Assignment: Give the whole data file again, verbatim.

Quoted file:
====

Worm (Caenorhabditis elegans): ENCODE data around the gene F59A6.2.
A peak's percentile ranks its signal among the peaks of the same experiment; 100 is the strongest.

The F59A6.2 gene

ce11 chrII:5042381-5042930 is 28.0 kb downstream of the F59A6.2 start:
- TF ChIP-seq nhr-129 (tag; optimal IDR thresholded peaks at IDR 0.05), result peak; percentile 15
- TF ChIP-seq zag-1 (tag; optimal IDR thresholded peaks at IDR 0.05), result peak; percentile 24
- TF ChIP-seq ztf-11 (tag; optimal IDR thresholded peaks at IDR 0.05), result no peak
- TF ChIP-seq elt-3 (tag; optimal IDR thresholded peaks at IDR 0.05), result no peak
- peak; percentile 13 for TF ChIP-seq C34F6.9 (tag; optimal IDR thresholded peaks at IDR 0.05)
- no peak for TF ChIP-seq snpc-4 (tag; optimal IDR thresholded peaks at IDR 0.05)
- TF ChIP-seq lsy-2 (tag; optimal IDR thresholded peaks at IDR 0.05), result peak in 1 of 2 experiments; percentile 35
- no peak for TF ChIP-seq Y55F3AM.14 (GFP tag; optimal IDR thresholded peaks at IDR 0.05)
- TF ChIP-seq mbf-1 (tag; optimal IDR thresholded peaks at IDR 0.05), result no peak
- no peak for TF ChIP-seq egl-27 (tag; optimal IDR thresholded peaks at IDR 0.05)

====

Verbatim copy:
Worm (Caenorhabditis elegans): ENCODE data around the gene F59A6.2.
A peak's percentile ranks its signal among the peaks of the same experiment; 100 is the strongest.

The F59A6.2 gene

ce11 chrII:5042381-5042930 is 28.0 kb downstream of the F59A6.2 start:
- TF ChIP-seq nhr-129 (tag; optimal IDR thresholded peaks at IDR 0.05), result peak; percentile 15
- TF ChIP-seq zag-1 (tag; optimal IDR thresholded peaks at IDR 0.05), result peak; percentile 24
- TF ChIP-seq ztf-11 (tag; optimal IDR thresholded peaks at IDR 0.05), result no peak
- TF ChIP-seq elt-3 (tag; optimal IDR thresholded peaks at IDR 0.05), result no peak
- peak; percentile 13 for TF ChIP-seq C34F6.9 (tag; optimal IDR thresholded peaks at IDR 0.05)
- no peak for TF ChIP-seq snpc-4 (tag; optimal IDR thresholded peaks at IDR 0.05)
- TF ChIP-seq lsy-2 (tag; optimal IDR thresholded peaks at IDR 0.05), result peak in 1 of 2 experiments; percentile 35
- no peak for TF ChIP-seq Y55F3AM.14 (GFP tag; optimal IDR thresholded peaks at IDR 0.05)
- TF ChIP-seq mbf-1 (tag; optimal IDR thresholded peaks at IDR 0.05), result no peak
- no peak for TF ChIP-seq egl-27 (tag; optimal IDR thresholded peaks at IDR 0.05)